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"ROLE OF A2B RECEPTOR AND RESISTIN LIKE MOLECULE-£] IN THE DEVELOPMENT OF THE TYPE 2 IMMUNE RESPONSE TO THE INTESTINAL NEMATODE PARASITE HELIGMOSOMOIDES POLYGYRUS"

by
Nirav Patel
Interdisciplinary Biomedical Sciences Program
B.S. 2003, North Gujarat University
M.S. 2006, Long Island University



Thesis Advisor: William C. Gause, Ph.D.
Professor
Department of Medicine

Friday, October 19, 2012
1:15 P.M., MSB C-680


Abstract

Previous studies have suggested that resistin-like molecule beta (RELM£]) contributes to protective immunity against intestinal nematode parasites by directly interfering with adult worm feeding in the lumen. Other studies have suggested that RELM£] may also function in the mucosal milieu by regulating Th1/Th2 cytokine production. In our studies, we examined the development of the memory type 2 response to the murine intestinal nematode parasite, H. polygyrus bakeri. Mice were inoculated with H. polygyrus bakeri, drug-cleared at day 14, and several weeks later given an H. polygyrus bakeri secondary inoculation. Consistent with previous studies, adult worm burden was increased in H. polygyrus bakeri -inoculated RELM£] deficient mice compared to inoculated WT controls. Analysis of cytokine gene (RT-PCR) and protein (ELISPOT) expression in draining mesenteric lymph nodes (MLNs) showed reductions in type 2 cytokine levels in RELM£] compared to WT mice at day 7 after H. polygyrus bakeri secondary inoculation. At this time point analysis of sorted CD4+T cells showed reduced IL-4 expression in RELM£]−/− mice compared to WT mice after secondary inoculation. Also, elevations in IL-4, IL-13, and IL-5 mRNA were greatly reduced after H. polygyrus bakeri secondary inoculation in RELM£]−/− mice compared to inoculated WT controls along with Arg1, RELMÉ—, and Ym1, which are characteristically expressed by M2 cells in the small intestinal granuloma during the tissue dwelling phase. Finally, we found that exogenous addition of rRELMÉ“ stimulates CD4+ T cells to secrete type 2 cytokines but not IFN-£^ in vitro. These studies suggest that RELM£] may affect protective immunity through multiple mechanisms, including enhancement of the type 2 cytokine response.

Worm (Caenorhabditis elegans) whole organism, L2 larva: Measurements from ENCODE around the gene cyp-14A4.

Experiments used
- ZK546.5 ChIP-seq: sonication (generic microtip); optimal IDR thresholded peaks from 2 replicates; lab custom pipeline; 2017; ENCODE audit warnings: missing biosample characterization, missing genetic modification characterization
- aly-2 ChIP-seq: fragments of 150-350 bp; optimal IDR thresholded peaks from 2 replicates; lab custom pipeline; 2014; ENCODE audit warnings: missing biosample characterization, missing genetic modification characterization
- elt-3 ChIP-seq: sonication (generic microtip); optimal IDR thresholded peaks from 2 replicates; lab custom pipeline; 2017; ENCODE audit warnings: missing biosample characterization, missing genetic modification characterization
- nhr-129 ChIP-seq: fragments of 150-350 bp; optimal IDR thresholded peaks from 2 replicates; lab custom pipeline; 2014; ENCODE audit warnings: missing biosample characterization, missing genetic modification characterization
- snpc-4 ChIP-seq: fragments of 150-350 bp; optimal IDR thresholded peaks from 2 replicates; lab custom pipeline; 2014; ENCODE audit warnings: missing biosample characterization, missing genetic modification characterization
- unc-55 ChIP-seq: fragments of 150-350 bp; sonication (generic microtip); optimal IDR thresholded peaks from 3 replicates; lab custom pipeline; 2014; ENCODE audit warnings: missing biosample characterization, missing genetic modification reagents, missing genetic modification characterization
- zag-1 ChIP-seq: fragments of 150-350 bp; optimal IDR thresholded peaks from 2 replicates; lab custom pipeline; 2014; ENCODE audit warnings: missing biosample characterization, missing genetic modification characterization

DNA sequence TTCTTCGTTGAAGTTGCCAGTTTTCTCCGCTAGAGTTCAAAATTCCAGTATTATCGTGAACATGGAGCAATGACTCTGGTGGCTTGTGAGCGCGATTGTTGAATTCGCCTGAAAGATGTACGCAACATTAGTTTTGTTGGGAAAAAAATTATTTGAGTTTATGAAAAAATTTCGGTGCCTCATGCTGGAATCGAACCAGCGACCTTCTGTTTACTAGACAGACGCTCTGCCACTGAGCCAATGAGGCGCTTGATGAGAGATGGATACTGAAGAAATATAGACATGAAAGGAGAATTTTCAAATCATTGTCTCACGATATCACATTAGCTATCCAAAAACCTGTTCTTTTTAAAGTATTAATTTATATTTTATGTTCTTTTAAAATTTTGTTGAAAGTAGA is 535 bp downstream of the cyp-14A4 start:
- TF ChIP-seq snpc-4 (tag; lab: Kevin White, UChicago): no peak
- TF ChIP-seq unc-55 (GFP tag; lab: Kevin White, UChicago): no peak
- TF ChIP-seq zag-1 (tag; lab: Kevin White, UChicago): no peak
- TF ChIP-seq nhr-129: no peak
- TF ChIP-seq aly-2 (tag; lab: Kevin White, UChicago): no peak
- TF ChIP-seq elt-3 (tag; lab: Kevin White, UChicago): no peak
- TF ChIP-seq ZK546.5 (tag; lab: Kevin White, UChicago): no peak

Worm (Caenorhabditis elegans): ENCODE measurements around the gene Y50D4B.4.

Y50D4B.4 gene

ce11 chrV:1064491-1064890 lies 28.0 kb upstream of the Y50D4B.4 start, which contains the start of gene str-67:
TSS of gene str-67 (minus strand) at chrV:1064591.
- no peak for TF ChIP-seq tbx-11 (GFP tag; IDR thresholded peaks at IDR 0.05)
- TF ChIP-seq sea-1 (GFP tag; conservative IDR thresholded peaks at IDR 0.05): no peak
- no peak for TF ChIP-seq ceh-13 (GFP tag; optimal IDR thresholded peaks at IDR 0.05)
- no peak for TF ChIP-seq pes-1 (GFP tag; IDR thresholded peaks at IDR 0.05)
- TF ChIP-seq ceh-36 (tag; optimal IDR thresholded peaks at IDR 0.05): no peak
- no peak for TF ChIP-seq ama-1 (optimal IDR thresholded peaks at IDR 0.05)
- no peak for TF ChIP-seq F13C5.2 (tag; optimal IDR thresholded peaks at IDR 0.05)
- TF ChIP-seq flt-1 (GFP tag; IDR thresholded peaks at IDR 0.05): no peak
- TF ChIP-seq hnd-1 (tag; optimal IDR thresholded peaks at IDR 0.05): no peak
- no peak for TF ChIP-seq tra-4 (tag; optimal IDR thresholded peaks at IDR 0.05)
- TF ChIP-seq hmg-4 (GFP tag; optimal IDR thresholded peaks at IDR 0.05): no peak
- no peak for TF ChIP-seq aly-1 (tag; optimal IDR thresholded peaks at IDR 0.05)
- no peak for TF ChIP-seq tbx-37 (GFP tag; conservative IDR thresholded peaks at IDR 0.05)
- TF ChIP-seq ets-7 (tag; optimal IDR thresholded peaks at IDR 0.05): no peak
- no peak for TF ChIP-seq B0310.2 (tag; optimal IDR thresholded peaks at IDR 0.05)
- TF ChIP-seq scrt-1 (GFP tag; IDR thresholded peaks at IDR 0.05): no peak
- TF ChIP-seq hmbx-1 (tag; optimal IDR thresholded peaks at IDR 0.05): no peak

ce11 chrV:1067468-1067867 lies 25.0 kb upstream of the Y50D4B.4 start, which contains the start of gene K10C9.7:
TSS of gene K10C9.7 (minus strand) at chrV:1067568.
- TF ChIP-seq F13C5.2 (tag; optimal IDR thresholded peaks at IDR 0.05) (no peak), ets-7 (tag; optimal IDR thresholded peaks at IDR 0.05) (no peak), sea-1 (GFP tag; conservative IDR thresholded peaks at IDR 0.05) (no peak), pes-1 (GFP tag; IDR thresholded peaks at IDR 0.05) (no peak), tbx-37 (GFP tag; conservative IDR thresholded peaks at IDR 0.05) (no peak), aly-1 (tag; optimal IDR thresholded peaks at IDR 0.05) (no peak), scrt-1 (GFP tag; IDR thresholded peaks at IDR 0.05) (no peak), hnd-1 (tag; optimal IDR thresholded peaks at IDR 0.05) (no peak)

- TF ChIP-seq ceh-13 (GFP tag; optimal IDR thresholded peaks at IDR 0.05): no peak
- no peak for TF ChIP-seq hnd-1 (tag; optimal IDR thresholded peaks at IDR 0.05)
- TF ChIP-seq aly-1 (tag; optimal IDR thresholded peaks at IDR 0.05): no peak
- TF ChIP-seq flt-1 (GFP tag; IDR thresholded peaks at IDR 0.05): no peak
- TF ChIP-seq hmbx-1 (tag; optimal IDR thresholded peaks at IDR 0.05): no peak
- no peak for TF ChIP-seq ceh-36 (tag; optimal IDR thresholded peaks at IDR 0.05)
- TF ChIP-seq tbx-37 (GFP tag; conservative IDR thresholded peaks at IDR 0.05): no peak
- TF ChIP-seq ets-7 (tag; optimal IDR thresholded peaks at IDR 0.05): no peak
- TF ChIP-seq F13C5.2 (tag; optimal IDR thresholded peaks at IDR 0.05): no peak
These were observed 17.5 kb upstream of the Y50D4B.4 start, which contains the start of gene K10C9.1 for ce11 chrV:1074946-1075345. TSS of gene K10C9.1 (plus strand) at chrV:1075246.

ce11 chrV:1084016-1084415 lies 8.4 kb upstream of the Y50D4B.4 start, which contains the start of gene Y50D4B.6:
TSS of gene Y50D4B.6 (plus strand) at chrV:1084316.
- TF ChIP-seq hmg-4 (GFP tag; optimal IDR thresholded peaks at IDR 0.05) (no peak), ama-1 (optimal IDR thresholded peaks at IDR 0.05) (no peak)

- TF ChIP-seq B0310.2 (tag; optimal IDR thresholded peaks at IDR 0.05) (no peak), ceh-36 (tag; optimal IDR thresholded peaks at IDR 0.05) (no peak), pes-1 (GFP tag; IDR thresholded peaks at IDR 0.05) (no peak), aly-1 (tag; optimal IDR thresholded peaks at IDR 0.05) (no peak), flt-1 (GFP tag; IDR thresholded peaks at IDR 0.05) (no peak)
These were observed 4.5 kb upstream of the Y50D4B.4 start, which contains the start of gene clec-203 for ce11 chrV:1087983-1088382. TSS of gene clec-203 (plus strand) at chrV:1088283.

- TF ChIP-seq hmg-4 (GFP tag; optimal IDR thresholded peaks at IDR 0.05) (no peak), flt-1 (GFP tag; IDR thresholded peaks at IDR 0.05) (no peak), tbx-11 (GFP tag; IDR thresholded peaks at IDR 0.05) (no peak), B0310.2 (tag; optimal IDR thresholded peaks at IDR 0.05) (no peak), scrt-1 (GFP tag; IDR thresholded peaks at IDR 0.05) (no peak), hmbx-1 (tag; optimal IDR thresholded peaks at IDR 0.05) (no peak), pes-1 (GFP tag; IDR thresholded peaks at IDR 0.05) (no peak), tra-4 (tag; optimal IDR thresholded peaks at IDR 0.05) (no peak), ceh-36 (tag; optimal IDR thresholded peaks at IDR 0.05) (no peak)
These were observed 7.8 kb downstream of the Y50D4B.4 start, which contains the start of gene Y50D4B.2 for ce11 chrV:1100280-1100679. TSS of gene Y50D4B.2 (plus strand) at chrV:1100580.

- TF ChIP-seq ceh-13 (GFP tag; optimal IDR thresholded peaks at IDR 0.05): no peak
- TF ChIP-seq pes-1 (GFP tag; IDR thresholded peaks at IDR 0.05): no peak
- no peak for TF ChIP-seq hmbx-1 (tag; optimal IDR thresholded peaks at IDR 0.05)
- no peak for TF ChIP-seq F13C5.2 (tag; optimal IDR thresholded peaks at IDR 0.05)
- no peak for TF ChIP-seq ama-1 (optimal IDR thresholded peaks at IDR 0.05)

A2B adenosine receptor (A2BAR) signaling can modulate lymphocyte function. A2BARs can control proinflammatory immune responses by enhancing IL-10 and down regulating IFN- production. A2BARs can activate mast cells to secrete IL-4, a type 2 cytokine that can trigger alternatively activated (M2) macrophages and expulsion of the intestinal nematode parasite, H. polygyrus bakeri. To examine whether A2BARs contribute to the in vivo protective type 2 immune response to helminthes, A2BAR-/- mice were infected with H. polygyrus bakeri. Worm burden and egg production were increased while serum IgE and IgG1 were reduced in A2BAR-/- mice compared to WT mice at day 14 after H. polygyrus bakeri inoculation. Worms recovered from A2BAR-/- mice at day 11 after secondary H. polygyrus bakeri inoculation exhibited higher protein and ATP levels, suggesting impaired host protective responses. Type 2 cytokine expression and M2 macrophage markers were also inhibited in small intestines and in mesenteric lymph nodes (MLN) in A2BAR-/- mice at day 11 after secondary H. polygyrus bakeri infection. Absence of A2BAR signaling reduced IL-4 but not IFN- secreting MLN CD4+T cells after secondary H. polygyrus bakeri inoculation. Eosinophil and M2 macrophage accumulation in the small intestine and increases in mucous producing intestinal epithelial cells were markedly inhibited in A2BAR-/- mice, after H. polygyrus bakeri secondary inoculation. We also found that A2BAR signaling is essential for initiation of the type 2 immune response as early as 48 hours after H. polygyrus bakeri inoculation. Thus, these studies suggest that A2BAR signaling plays an essential role in the development of the host protective type 2 immune response during helminth infection.


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